Tuesday, 5 June 2018

Some Ulster-Scots emigrants from Mid-Ulster

Wisconsin
When folk talk about or write about Ulster-Scots emigration, the focus is often on the place they go to rather than the place the leave.

I was struck by that thought when I came across an article by Anna Adams Dickie in The Wisconsin Magazine of History (March 1948).  It was entitled 'Scotch-Irish Presbyterian Settlers in Southern Wisconsin' and this is the opening sentence:

The majority of the Scotch-Irish people who settled in the townships of Lima and Koshkonong were from the freehold townland of Ballymacombs, Parish of Ballyscullion, County of Londonderry.'

The author was born in Ballymacombs and had emigrated from Ulster to America in 1892 to her maternal great-uncle John MacMillin,  Anna was a daughter of John Adams and his wife Mary Anne Seawright.  She graduated from the Whitewater State Normal School (Teachers College) and married a fellow-student Robert Bruce Dickie.

North Lima Presbyterian Church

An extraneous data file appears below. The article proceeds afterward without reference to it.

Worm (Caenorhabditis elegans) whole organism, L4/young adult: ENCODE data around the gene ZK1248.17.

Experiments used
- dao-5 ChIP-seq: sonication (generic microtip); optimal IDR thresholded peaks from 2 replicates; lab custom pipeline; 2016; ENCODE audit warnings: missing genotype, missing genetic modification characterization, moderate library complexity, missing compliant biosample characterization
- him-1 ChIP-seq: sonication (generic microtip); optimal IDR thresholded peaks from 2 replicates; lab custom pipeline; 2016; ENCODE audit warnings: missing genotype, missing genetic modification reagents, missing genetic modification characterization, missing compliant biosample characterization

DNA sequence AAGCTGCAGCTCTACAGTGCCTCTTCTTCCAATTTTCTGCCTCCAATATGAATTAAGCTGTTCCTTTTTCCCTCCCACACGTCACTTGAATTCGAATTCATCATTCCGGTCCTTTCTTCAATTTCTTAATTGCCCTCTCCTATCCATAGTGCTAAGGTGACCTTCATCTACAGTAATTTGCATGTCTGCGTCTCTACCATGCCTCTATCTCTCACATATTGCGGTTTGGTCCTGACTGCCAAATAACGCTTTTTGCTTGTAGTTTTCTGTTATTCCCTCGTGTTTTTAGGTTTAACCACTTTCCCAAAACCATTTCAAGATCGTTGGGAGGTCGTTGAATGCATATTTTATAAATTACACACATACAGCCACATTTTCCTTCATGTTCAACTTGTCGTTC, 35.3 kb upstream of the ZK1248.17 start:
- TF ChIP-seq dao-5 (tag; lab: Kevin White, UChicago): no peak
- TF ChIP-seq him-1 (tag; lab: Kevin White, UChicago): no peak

The article was based on a talk she had given to a group at the North Lima Presbyterian Church, a small rural church near Whitewater, in August 1947. 

That was seventy years ago and it helps to confirm that in the middle of the 20th century there was a strong awareness of the Scotch-Irish story within Scotch-Irish communities in many part of America.

The townland of Ballymacombs is in county Londonderry and lies mid-way between Bellaghy and Portglenone, on the Londonderry side of the River Bann.  It is within the Mid-Ulster Council area and is another piece in the Ulster-Scots story of that area.



4 comments:

  1. http://www.libraryireland.com/topog/B/Ballyscullion-Loughinsholin-Londonderry.php this is worth a read from Library Ireland

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    1. I read that and it is interesting. The reference to a Synod of Ulster congregation and a Seceder congregation in Bellaghy shows that the Presbyterian community was sufficiently numerous to support two congregations at that time. I will also check out the congregational histories and the Ordnance Survey Memoirs.

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  2. You’d like a documentary called God’s Frontiersmen, right up your alley. It’s on YouTube.

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  3. The book was even better than the documentary.

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